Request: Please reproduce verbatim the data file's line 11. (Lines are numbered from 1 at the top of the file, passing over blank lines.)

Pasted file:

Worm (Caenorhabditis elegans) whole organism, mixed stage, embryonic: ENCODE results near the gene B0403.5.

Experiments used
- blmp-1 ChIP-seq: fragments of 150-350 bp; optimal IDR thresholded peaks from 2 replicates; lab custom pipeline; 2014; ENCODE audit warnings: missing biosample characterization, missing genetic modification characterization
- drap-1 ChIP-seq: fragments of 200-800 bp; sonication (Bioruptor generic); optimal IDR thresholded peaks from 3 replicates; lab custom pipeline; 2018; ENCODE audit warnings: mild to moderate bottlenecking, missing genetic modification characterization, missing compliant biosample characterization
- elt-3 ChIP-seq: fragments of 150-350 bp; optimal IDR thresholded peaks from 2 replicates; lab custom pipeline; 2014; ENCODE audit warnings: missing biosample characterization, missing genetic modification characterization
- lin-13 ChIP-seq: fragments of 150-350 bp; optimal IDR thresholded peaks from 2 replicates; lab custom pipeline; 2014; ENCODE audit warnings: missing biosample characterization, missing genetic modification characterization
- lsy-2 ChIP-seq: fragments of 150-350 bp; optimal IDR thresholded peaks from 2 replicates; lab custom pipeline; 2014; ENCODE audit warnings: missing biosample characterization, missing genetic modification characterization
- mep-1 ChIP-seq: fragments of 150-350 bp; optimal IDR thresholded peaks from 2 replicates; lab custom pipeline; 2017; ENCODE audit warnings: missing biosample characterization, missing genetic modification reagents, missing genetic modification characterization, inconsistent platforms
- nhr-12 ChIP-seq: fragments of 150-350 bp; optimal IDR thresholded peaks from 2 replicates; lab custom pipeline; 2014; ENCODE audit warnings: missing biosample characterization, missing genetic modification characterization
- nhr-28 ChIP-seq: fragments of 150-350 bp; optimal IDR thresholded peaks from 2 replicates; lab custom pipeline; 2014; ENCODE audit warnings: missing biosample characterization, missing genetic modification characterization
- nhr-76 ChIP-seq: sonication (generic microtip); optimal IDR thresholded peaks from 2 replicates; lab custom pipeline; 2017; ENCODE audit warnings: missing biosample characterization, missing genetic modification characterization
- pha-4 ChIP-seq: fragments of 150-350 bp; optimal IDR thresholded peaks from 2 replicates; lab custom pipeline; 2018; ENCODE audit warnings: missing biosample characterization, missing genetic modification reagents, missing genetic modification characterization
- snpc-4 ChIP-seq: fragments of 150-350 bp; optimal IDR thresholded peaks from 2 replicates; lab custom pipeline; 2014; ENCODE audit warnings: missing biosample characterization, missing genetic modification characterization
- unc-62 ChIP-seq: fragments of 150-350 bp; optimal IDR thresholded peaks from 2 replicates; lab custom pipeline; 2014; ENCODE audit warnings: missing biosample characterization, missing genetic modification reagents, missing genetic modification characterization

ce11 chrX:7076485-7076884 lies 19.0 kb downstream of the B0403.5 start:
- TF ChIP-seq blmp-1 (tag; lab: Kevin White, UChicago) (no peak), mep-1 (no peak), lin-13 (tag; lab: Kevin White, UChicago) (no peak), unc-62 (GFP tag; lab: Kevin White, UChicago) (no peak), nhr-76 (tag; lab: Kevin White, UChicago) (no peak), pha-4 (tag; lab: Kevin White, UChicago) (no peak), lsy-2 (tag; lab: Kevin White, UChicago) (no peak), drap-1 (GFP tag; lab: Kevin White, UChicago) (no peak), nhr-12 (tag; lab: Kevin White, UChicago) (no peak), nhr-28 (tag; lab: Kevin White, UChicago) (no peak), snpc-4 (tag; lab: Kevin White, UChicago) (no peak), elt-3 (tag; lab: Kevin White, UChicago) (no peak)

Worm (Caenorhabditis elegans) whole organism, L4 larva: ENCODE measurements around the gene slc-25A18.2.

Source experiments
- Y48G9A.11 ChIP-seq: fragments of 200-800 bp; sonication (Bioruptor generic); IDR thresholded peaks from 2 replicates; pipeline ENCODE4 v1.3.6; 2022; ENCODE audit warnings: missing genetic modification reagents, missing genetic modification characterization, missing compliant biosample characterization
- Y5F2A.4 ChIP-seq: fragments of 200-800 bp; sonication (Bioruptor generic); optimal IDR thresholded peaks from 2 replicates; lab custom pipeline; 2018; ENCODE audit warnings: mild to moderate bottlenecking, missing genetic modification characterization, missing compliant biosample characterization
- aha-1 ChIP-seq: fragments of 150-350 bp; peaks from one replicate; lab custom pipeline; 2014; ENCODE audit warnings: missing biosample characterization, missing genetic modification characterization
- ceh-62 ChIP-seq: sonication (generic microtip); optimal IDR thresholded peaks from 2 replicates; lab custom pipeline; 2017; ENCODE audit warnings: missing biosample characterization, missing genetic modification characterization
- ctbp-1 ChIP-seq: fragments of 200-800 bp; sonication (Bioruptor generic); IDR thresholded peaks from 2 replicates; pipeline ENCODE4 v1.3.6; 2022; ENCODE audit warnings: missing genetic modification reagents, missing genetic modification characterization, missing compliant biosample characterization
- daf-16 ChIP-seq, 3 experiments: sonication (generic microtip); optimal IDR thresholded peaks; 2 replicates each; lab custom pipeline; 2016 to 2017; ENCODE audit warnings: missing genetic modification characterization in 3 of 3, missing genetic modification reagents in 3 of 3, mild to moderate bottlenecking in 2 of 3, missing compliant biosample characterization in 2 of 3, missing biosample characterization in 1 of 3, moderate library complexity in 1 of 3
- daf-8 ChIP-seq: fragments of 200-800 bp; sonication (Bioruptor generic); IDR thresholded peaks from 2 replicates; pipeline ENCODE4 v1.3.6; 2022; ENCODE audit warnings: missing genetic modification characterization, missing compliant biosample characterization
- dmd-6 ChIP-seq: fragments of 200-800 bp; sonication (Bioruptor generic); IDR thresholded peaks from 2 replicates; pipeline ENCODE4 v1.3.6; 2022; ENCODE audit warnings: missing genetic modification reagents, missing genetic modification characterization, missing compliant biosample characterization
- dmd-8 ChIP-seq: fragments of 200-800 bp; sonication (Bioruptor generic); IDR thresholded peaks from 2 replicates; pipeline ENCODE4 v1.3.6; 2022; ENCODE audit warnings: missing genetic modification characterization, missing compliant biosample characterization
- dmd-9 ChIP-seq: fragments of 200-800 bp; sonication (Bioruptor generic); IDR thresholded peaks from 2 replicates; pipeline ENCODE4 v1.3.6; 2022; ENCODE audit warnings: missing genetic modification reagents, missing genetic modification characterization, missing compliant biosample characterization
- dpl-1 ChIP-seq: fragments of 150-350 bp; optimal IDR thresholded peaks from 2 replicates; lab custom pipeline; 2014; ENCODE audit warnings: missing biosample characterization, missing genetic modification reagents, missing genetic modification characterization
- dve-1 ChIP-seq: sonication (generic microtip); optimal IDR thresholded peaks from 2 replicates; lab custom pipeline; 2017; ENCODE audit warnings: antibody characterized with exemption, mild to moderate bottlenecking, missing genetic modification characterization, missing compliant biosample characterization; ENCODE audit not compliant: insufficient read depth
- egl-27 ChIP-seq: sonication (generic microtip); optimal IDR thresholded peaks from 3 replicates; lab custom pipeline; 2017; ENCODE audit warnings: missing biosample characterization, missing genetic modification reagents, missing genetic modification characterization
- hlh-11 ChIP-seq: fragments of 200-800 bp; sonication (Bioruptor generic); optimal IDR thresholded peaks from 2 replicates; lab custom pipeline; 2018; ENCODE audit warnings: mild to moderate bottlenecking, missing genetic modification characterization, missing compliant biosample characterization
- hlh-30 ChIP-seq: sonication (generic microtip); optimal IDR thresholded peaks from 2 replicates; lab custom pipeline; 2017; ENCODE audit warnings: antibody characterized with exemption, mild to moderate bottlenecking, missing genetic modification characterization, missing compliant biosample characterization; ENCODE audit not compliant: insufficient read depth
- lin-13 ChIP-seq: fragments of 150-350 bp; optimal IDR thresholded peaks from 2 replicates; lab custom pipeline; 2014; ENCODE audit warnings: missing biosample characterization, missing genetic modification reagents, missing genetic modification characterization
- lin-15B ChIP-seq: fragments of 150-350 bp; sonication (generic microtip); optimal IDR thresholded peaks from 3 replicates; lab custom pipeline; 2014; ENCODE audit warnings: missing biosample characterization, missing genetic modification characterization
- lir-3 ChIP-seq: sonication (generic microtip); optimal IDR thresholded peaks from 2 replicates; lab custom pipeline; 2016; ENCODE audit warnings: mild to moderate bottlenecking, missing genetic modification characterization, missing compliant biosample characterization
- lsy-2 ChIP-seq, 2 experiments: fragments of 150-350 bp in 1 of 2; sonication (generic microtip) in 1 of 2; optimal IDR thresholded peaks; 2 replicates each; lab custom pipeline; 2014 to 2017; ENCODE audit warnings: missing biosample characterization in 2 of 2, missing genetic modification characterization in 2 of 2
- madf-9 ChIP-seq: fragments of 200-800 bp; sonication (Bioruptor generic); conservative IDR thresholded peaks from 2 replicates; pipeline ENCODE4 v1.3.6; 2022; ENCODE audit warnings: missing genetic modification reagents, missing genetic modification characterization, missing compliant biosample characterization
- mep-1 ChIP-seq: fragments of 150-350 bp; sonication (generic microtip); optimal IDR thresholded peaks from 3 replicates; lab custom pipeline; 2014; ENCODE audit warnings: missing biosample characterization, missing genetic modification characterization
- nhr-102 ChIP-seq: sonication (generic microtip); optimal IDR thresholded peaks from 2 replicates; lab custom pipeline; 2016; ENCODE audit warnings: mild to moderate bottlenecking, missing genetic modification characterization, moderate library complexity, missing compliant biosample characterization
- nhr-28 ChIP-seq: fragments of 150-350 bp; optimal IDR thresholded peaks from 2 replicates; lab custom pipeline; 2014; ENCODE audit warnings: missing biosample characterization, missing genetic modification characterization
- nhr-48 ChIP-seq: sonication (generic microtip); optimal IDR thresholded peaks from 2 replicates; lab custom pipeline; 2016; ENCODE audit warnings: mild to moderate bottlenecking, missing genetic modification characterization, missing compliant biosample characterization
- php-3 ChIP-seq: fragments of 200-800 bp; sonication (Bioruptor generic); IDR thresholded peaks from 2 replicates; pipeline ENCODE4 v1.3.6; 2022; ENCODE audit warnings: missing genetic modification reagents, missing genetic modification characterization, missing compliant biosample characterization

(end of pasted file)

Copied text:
- nhr-76 ChIP-seq: sonication (generic microtip); optimal IDR thresholded peaks from 2 replicates; lab custom pipeline; 2017; ENCODE audit warnings: missing biosample characterization, missing genetic modification characterization